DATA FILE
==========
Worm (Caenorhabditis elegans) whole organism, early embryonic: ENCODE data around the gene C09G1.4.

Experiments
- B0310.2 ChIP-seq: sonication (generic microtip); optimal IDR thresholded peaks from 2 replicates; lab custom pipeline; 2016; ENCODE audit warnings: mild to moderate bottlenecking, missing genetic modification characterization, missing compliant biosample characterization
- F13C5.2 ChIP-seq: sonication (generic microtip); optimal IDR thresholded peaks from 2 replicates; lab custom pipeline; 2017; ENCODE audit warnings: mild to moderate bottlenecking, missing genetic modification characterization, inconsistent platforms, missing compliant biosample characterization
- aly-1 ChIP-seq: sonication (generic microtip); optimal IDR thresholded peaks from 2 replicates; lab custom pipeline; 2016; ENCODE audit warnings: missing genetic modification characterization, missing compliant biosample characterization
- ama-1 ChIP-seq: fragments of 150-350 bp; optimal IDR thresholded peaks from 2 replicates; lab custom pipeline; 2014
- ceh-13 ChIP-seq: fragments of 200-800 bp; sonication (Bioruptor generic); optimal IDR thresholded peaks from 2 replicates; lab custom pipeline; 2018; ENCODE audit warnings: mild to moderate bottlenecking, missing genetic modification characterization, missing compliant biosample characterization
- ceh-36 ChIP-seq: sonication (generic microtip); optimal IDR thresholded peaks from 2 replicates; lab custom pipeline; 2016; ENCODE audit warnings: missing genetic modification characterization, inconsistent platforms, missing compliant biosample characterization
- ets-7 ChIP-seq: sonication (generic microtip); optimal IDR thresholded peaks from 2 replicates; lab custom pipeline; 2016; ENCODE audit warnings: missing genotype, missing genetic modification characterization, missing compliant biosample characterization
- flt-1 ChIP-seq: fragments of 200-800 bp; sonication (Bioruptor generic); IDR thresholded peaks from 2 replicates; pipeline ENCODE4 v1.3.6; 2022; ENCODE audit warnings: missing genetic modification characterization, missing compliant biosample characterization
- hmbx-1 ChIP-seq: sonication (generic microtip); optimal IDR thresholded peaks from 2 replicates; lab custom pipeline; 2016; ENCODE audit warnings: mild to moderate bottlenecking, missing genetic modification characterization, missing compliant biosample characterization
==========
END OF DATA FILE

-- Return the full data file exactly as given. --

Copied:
Worm (Caenorhabditis elegans) whole organism, early embryonic: ENCODE data around the gene C09G1.4.

Experiments
- B0310.2 ChIP-seq: sonication (generic microtip); optimal IDR thresholded peaks from 2 replicates; lab custom pipeline; 2016; ENCODE audit warnings: mild to moderate bottlenecking, missing genetic modification characterization, missing compliant biosample characterization
- F13C5.2 ChIP-seq: sonication (generic microtip); optimal IDR thresholded peaks from 2 replicates; lab custom pipeline; 2017; ENCODE audit warnings: mild to moderate bottlenecking, missing genetic modification characterization, inconsistent platforms, missing compliant biosample characterization
- aly-1 ChIP-seq: sonication (generic microtip); optimal IDR thresholded peaks from 2 replicates; lab custom pipeline; 2016; ENCODE audit warnings: missing genetic modification characterization, missing compliant biosample characterization
- ama-1 ChIP-seq: fragments of 150-350 bp; optimal IDR thresholded peaks from 2 replicates; lab custom pipeline; 2014
- ceh-13 ChIP-seq: fragments of 200-800 bp; sonication (Bioruptor generic); optimal IDR thresholded peaks from 2 replicates; lab custom pipeline; 2018; ENCODE audit warnings: mild to moderate bottlenecking, missing genetic modification characterization, missing compliant biosample characterization
- ceh-36 ChIP-seq: sonication (generic microtip); optimal IDR thresholded peaks from 2 replicates; lab custom pipeline; 2016; ENCODE audit warnings: missing genetic modification characterization, inconsistent platforms, missing compliant biosample characterization
- ets-7 ChIP-seq: sonication (generic microtip); optimal IDR thresholded peaks from 2 replicates; lab custom pipeline; 2016; ENCODE audit warnings: missing genotype, missing genetic modification characterization, missing compliant biosample characterization
- flt-1 ChIP-seq: fragments of 200-800 bp; sonication (Bioruptor generic); IDR thresholded peaks from 2 replicates; pipeline ENCODE4 v1.3.6; 2022; ENCODE audit warnings: missing genetic modification characterization, missing compliant biosample characterization
- hmbx-1 ChIP-seq: sonication (generic microtip); optimal IDR thresholded peaks from 2 replicates; lab custom pipeline; 2016; ENCODE audit warnings: mild to moderate bottlenecking, missing genetic modification characterization, missing compliant biosample characterization